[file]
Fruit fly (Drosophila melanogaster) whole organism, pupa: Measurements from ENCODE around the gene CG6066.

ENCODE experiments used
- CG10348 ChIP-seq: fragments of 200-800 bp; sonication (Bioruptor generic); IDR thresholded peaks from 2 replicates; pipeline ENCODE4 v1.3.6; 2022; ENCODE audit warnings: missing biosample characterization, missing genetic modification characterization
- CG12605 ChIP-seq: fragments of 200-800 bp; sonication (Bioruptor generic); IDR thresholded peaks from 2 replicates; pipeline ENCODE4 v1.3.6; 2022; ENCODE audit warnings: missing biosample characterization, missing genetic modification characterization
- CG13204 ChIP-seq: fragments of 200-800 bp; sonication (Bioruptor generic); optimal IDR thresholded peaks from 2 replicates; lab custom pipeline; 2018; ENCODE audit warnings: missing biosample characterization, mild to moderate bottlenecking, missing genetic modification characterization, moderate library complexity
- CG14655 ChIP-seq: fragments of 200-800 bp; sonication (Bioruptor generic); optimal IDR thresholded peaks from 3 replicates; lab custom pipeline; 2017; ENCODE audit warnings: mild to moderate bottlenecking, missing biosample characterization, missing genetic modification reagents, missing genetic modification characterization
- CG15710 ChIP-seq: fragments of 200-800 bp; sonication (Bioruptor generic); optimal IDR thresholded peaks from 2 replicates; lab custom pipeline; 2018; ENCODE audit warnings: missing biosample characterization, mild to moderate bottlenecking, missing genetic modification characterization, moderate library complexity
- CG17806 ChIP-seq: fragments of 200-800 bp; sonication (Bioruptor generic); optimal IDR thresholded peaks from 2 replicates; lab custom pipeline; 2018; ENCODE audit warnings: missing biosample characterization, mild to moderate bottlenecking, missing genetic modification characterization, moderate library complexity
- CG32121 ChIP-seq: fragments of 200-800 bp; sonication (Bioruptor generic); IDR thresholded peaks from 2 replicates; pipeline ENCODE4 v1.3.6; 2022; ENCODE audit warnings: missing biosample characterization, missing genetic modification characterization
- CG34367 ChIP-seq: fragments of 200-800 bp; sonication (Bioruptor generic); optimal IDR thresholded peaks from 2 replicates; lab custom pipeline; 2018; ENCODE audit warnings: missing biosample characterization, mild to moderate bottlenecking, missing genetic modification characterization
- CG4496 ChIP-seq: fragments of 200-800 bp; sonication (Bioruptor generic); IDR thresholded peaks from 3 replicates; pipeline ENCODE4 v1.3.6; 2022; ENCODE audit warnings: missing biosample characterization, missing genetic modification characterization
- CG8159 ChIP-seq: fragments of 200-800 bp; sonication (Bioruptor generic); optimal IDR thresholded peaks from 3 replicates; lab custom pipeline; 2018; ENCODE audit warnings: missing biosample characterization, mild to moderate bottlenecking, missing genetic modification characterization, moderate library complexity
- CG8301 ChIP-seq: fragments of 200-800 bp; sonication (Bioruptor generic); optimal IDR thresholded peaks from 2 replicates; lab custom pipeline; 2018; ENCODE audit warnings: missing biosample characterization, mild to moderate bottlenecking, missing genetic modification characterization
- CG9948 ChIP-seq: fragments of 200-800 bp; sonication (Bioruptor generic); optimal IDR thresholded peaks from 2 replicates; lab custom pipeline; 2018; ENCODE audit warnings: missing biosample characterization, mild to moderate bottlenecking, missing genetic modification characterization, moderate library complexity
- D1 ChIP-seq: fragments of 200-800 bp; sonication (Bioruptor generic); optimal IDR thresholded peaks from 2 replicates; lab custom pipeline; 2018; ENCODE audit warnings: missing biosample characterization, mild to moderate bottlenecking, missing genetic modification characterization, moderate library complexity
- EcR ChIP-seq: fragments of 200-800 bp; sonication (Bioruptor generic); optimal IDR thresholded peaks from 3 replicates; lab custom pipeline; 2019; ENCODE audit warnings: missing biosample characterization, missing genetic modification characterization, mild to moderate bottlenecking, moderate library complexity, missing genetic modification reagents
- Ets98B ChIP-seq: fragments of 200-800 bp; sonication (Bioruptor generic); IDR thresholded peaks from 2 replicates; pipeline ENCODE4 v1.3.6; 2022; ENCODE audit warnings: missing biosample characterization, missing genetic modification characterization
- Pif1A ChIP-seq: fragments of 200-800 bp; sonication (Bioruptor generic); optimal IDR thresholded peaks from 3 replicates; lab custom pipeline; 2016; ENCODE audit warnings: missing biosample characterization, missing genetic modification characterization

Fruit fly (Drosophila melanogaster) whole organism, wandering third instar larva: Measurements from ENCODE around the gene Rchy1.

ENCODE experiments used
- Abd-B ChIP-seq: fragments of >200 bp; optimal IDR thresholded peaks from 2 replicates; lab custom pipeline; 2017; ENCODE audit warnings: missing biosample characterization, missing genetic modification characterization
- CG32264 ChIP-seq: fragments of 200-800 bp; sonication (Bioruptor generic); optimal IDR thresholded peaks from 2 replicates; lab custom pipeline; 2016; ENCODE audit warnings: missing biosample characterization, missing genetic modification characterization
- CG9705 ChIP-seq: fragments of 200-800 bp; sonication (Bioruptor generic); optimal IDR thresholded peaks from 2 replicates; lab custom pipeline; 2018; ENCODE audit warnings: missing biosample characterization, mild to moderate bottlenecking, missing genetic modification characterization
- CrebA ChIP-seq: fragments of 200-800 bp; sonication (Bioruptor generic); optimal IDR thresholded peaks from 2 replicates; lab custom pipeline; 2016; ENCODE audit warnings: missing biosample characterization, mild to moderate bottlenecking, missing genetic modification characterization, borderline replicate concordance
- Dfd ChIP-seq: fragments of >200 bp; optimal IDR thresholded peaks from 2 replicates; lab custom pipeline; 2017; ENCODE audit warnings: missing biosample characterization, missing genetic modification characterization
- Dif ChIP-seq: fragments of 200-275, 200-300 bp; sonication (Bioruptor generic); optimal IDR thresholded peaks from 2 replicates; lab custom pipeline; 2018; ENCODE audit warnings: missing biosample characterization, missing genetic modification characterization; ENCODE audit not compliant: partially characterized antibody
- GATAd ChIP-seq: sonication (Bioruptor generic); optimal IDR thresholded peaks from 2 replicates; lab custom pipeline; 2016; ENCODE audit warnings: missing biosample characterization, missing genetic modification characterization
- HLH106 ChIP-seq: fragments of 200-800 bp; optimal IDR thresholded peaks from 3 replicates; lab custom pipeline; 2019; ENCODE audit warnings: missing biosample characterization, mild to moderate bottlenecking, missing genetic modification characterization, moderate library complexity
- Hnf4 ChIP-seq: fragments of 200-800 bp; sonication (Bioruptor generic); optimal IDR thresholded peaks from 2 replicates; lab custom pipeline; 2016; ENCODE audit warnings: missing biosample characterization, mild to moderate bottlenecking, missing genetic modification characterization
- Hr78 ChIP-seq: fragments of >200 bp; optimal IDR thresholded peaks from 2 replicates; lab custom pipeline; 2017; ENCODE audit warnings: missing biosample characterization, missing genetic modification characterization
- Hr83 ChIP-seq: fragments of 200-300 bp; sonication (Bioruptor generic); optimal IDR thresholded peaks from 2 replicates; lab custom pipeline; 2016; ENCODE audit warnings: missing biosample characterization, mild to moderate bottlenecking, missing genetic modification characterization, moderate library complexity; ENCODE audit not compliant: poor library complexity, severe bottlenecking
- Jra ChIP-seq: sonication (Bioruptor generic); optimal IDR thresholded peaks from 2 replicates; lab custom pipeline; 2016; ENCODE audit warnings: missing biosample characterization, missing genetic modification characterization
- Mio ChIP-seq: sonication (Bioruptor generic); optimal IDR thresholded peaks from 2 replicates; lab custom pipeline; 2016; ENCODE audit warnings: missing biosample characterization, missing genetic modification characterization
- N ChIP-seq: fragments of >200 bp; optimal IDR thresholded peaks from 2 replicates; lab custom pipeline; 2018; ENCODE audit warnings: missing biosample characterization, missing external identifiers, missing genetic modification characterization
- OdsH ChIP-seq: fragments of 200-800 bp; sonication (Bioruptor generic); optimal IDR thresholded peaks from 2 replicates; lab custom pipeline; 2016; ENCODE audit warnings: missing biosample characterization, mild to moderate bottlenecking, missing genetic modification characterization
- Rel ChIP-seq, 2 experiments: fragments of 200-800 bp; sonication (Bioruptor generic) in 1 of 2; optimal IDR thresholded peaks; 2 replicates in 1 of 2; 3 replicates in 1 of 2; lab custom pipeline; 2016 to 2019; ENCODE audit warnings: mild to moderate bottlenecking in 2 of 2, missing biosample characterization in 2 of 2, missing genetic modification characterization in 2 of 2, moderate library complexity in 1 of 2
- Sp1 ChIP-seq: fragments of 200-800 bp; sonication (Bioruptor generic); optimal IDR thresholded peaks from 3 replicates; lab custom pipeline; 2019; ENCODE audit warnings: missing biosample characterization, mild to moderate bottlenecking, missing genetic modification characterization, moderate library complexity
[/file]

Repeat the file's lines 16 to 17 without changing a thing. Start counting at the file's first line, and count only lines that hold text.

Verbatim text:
- EcR ChIP-seq: fragments of 200-800 bp; sonication (Bioruptor generic); optimal IDR thresholded peaks from 3 replicates; lab custom pipeline; 2019; ENCODE audit warnings: missing biosample characterization, missing genetic modification characterization, mild to moderate bottlenecking, moderate library complexity, missing genetic modification reagents
- Ets98B ChIP-seq: fragments of 200-800 bp; sonication (Bioruptor generic); IDR thresholded peaks from 2 replicates; pipeline ENCODE4 v1.3.6; 2022; ENCODE audit warnings: missing biosample characterization, missing genetic modification characterization